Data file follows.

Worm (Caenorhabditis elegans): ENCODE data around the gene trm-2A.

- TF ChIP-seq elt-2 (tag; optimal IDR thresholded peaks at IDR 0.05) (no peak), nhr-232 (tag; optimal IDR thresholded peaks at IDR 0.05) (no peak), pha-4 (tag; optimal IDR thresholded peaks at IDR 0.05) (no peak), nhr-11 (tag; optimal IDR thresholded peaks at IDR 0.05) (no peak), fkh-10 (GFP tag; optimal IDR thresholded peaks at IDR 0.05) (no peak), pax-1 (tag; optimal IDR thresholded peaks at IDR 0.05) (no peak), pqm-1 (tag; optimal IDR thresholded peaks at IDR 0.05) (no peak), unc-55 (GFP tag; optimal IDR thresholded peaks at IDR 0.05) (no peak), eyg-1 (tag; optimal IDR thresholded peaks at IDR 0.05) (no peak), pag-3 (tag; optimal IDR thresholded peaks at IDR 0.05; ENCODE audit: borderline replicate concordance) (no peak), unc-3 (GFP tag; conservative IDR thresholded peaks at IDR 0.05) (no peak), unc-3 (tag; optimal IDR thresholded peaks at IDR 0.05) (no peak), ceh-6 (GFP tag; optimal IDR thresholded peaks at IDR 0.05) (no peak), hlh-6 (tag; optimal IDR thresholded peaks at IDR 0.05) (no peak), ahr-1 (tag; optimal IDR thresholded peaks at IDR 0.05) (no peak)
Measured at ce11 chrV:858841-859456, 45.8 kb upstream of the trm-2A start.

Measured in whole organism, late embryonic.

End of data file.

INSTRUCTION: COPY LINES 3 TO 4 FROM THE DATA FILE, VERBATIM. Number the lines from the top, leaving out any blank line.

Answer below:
Measured at ce11 chrV:858841-859456, 45.8 kb upstream of the trm-2A start.

Measured in whole organism, late embryonic.